Frustrated that people continued to consume so much alcohol even after it was banned, federal officials had decided to try a different kind of enforcement. They ordered the poisoning of industrial alcohols manufactured in the United States, products regularly stolen by bootleggers and resold as drinkable spirits. The idea was to scare people into giving up illicit drinking. Instead, by the time Prohibition ended in 1933, the federal poisoning program, by some estimates, had killed at least 10,000 people.
It's a nightmarish tale of prohibitionist lunacy that's worth reading in its entirety. Government officials were viciously calculating in their actions and callously blamed naïve drinkers for the consequences.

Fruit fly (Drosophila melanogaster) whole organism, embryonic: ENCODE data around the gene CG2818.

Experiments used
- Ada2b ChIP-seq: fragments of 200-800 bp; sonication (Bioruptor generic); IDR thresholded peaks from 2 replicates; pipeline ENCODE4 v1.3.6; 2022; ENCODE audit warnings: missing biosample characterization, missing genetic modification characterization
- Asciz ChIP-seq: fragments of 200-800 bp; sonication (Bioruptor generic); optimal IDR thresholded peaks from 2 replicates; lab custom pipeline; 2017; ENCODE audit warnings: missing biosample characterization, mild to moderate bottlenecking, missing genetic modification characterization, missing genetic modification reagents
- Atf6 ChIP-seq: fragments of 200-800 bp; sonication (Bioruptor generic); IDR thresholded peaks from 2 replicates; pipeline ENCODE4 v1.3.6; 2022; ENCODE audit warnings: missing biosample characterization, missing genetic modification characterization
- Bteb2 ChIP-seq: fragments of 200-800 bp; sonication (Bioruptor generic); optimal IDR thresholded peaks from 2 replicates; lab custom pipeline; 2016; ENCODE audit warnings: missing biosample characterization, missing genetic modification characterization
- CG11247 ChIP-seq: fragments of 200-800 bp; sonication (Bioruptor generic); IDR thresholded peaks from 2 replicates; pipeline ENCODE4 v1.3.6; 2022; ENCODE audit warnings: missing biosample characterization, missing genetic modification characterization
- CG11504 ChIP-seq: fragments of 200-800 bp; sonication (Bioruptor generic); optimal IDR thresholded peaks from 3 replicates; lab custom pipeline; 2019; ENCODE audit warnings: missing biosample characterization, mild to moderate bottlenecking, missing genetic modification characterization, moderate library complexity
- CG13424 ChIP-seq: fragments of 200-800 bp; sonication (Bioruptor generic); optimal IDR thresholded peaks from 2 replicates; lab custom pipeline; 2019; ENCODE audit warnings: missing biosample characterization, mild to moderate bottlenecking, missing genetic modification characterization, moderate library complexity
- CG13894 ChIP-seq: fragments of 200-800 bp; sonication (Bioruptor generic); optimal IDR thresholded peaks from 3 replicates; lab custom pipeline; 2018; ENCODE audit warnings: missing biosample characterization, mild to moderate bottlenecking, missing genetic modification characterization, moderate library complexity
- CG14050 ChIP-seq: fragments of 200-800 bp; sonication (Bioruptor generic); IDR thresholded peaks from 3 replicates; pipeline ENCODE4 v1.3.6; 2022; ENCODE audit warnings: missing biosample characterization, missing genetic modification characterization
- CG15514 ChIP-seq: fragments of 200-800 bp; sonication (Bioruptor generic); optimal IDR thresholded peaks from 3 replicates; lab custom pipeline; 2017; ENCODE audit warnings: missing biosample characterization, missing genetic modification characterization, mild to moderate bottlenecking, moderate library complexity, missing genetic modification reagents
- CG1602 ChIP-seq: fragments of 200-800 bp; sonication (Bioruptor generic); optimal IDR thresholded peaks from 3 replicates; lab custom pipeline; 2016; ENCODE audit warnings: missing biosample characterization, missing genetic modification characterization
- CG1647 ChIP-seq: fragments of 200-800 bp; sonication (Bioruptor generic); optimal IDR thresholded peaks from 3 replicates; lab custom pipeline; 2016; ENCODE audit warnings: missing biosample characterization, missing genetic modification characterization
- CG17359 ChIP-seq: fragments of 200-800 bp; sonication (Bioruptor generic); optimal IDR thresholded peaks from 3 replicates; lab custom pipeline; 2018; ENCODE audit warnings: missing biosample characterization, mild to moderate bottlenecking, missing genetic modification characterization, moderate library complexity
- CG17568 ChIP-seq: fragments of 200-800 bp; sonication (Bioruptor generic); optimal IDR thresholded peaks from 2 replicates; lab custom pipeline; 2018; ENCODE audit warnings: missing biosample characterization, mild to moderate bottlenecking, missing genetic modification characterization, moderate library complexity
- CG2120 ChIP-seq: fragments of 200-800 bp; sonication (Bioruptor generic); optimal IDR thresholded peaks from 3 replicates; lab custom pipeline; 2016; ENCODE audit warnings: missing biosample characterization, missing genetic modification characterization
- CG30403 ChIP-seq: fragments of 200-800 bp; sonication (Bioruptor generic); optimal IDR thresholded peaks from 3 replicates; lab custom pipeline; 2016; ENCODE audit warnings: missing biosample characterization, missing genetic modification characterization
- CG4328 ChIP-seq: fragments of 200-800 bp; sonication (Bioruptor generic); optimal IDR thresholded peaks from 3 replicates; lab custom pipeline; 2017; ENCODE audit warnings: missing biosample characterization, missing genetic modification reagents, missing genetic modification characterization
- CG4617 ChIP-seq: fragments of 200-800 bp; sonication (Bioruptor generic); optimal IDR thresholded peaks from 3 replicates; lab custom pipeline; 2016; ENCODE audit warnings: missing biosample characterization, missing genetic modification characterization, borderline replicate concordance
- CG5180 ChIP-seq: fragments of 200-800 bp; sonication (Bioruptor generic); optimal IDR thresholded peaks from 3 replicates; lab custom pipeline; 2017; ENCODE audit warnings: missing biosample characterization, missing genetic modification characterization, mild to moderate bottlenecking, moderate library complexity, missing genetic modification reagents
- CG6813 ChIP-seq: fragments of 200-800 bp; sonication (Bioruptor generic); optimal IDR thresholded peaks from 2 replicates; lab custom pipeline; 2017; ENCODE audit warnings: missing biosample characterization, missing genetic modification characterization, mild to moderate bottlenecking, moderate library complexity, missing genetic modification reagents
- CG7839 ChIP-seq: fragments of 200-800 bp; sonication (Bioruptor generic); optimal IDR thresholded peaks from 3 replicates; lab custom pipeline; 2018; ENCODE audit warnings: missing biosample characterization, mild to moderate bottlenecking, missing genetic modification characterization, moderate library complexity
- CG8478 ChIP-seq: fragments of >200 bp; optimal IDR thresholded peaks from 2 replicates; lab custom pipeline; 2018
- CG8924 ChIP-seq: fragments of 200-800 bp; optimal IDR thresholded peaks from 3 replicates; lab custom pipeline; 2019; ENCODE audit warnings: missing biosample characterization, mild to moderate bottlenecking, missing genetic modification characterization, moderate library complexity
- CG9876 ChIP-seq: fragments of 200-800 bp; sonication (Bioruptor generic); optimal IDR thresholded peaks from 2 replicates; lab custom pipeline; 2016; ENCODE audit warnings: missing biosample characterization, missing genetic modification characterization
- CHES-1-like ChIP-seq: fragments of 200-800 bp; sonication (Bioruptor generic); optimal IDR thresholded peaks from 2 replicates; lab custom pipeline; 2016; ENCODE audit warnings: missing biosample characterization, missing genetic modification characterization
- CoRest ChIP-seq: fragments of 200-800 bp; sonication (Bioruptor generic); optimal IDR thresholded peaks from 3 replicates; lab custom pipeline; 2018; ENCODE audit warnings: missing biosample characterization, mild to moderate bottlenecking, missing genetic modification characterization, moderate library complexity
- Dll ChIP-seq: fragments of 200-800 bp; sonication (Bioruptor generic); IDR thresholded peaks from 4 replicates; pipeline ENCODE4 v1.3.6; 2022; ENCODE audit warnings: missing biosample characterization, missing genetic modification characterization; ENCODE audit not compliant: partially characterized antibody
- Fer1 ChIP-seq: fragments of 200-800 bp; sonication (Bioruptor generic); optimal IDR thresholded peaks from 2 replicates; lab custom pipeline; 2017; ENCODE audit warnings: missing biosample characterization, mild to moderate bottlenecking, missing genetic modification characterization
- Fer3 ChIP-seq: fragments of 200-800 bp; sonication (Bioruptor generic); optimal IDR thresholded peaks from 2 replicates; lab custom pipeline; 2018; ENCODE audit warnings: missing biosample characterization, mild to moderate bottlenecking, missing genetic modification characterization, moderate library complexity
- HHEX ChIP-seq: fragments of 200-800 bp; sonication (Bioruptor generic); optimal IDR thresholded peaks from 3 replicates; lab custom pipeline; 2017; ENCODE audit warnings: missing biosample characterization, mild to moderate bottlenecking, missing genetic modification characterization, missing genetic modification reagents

Today, prohibition kills people in different, yet equally abhorrent and unnecessary ways. Its advocates continue to deny responsibility for the predictable and inevitable consequences of the policies they defend and the death toll has grown to incalculable proportions, spanning the globe. The drug war leaves sickness and murder in its wake at every turn, yet many among us remain blind to the lessons learned nearly a century ago.